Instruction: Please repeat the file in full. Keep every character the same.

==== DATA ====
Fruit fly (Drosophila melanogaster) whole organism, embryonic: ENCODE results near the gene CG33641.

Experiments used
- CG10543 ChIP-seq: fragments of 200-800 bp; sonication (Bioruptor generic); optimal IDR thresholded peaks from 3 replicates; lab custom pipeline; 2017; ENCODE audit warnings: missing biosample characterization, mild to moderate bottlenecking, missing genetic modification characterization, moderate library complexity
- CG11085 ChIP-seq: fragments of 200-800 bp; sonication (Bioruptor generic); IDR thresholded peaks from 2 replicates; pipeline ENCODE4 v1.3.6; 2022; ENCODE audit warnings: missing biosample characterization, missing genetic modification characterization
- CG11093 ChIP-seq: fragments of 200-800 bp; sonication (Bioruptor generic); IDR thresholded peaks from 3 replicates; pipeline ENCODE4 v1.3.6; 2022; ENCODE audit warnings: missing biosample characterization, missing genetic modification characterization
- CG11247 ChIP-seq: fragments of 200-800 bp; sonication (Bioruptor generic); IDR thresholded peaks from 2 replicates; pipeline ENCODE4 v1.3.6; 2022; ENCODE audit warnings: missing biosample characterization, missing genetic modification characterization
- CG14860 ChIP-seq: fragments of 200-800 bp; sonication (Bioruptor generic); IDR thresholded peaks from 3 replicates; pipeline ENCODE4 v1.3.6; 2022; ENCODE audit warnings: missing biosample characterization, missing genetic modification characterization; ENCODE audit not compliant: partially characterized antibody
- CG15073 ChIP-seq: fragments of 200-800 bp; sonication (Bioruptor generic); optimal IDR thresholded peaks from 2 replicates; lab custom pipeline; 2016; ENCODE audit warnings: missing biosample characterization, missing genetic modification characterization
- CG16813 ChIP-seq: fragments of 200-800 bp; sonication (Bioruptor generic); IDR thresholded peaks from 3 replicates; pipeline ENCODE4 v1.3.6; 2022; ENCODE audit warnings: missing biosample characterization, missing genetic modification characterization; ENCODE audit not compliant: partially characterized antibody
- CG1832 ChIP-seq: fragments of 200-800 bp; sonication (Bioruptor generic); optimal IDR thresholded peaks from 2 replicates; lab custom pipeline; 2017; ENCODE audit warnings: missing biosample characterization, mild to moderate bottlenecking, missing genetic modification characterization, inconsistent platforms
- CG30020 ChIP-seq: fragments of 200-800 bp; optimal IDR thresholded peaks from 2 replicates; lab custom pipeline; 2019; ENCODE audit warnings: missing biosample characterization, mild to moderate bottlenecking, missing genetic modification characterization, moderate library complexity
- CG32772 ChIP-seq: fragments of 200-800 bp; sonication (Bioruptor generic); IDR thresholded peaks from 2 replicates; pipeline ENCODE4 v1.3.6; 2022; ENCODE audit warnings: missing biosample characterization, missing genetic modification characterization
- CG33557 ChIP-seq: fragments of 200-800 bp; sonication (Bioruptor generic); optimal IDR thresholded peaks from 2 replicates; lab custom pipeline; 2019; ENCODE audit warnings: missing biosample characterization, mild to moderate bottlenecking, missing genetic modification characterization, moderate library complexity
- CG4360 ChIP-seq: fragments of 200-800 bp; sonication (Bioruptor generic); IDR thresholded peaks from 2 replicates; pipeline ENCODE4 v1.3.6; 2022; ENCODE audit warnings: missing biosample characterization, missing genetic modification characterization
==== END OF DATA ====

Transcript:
Fruit fly (Drosophila melanogaster) whole organism, embryonic: ENCODE results near the gene CG33641.

Experiments used
- CG10543 ChIP-seq: fragments of 200-800 bp; sonication (Bioruptor generic); optimal IDR thresholded peaks from 3 replicates; lab custom pipeline; 2017; ENCODE audit warnings: missing biosample characterization, mild to moderate bottlenecking, missing genetic modification characterization, moderate library complexity
- CG11085 ChIP-seq: fragments of 200-800 bp; sonication (Bioruptor generic); IDR thresholded peaks from 2 replicates; pipeline ENCODE4 v1.3.6; 2022; ENCODE audit warnings: missing biosample characterization, missing genetic modification characterization
- CG11093 ChIP-seq: fragments of 200-800 bp; sonication (Bioruptor generic); IDR thresholded peaks from 3 replicates; pipeline ENCODE4 v1.3.6; 2022; ENCODE audit warnings: missing biosample characterization, missing genetic modification characterization
- CG11247 ChIP-seq: fragments of 200-800 bp; sonication (Bioruptor generic); IDR thresholded peaks from 2 replicates; pipeline ENCODE4 v1.3.6; 2022; ENCODE audit warnings: missing biosample characterization, missing genetic modification characterization
- CG14860 ChIP-seq: fragments of 200-800 bp; sonication (Bioruptor generic); IDR thresholded peaks from 3 replicates; pipeline ENCODE4 v1.3.6; 2022; ENCODE audit warnings: missing biosample characterization, missing genetic modification characterization; ENCODE audit not compliant: partially characterized antibody
- CG15073 ChIP-seq: fragments of 200-800 bp; sonication (Bioruptor generic); optimal IDR thresholded peaks from 2 replicates; lab custom pipeline; 2016; ENCODE audit warnings: missing biosample characterization, missing genetic modification characterization
- CG16813 ChIP-seq: fragments of 200-800 bp; sonication (Bioruptor generic); IDR thresholded peaks from 3 replicates; pipeline ENCODE4 v1.3.6; 2022; ENCODE audit warnings: missing biosample characterization, missing genetic modification characterization; ENCODE audit not compliant: partially characterized antibody
- CG1832 ChIP-seq: fragments of 200-800 bp; sonication (Bioruptor generic); optimal IDR thresholded peaks from 2 replicates; lab custom pipeline; 2017; ENCODE audit warnings: missing biosample characterization, mild to moderate bottlenecking, missing genetic modification characterization, inconsistent platforms
- CG30020 ChIP-seq: fragments of 200-800 bp; optimal IDR thresholded peaks from 2 replicates; lab custom pipeline; 2019; ENCODE audit warnings: missing biosample characterization, mild to moderate bottlenecking, missing genetic modification characterization, moderate library complexity
- CG32772 ChIP-seq: fragments of 200-800 bp; sonication (Bioruptor generic); IDR thresholded peaks from 2 replicates; pipeline ENCODE4 v1.3.6; 2022; ENCODE audit warnings: missing biosample characterization, missing genetic modification characterization
- CG33557 ChIP-seq: fragments of 200-800 bp; sonication (Bioruptor generic); optimal IDR thresholded peaks from 2 replicates; lab custom pipeline; 2019; ENCODE audit warnings: missing biosample characterization, mild to moderate bottlenecking, missing genetic modification characterization, moderate library complexity
- CG4360 ChIP-seq: fragments of 200-800 bp; sonication (Bioruptor generic); IDR thresholded peaks from 2 replicates; pipeline ENCODE4 v1.3.6; 2022; ENCODE audit warnings: missing biosample characterization, missing genetic modification characterization